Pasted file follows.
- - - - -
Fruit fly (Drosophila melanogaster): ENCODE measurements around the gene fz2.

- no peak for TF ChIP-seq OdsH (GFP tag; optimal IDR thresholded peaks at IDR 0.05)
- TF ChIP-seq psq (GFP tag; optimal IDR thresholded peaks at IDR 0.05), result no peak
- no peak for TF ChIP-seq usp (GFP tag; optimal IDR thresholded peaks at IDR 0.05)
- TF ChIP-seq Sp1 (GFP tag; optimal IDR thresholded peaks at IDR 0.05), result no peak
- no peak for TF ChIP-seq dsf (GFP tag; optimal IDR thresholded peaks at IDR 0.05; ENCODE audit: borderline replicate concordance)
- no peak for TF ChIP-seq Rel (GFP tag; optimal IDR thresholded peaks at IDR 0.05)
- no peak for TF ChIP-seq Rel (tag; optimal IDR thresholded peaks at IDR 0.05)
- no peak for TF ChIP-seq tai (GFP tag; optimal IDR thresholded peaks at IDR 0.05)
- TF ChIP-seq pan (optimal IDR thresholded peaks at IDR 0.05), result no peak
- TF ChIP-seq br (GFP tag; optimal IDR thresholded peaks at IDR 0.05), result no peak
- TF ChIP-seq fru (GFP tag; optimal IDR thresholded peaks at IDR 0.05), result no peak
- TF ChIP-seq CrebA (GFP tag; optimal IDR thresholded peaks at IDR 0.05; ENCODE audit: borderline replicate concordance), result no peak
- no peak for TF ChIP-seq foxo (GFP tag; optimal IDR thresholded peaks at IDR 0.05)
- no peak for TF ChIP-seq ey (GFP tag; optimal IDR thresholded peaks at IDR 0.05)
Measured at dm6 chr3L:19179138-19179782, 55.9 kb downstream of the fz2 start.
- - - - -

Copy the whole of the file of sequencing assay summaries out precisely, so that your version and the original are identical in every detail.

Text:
Fruit fly (Drosophila melanogaster): ENCODE measurements around the gene fz2.

- no peak for TF ChIP-seq OdsH (GFP tag; optimal IDR thresholded peaks at IDR 0.05)
- TF ChIP-seq psq (GFP tag; optimal IDR thresholded peaks at IDR 0.05), result no peak
- no peak for TF ChIP-seq usp (GFP tag; optimal IDR thresholded peaks at IDR 0.05)
- TF ChIP-seq Sp1 (GFP tag; optimal IDR thresholded peaks at IDR 0.05), result no peak
- no peak for TF ChIP-seq dsf (GFP tag; optimal IDR thresholded peaks at IDR 0.05; ENCODE audit: borderline replicate concordance)
- no peak for TF ChIP-seq Rel (GFP tag; optimal IDR thresholded peaks at IDR 0.05)
- no peak for TF ChIP-seq Rel (tag; optimal IDR thresholded peaks at IDR 0.05)
- no peak for TF ChIP-seq tai (GFP tag; optimal IDR thresholded peaks at IDR 0.05)
- TF ChIP-seq pan (optimal IDR thresholded peaks at IDR 0.05), result no peak
- TF ChIP-seq br (GFP tag; optimal IDR thresholded peaks at IDR 0.05), result no peak
- TF ChIP-seq fru (GFP tag; optimal IDR thresholded peaks at IDR 0.05), result no peak
- TF ChIP-seq CrebA (GFP tag; optimal IDR thresholded peaks at IDR 0.05; ENCODE audit: borderline replicate concordance), result no peak
- no peak for TF ChIP-seq foxo (GFP tag; optimal IDR thresholded peaks at IDR 0.05)
- no peak for TF ChIP-seq ey (GFP tag; optimal IDR thresholded peaks at IDR 0.05)
Measured at dm6 chr3L:19179138-19179782, 55.9 kb downstream of the fz2 start.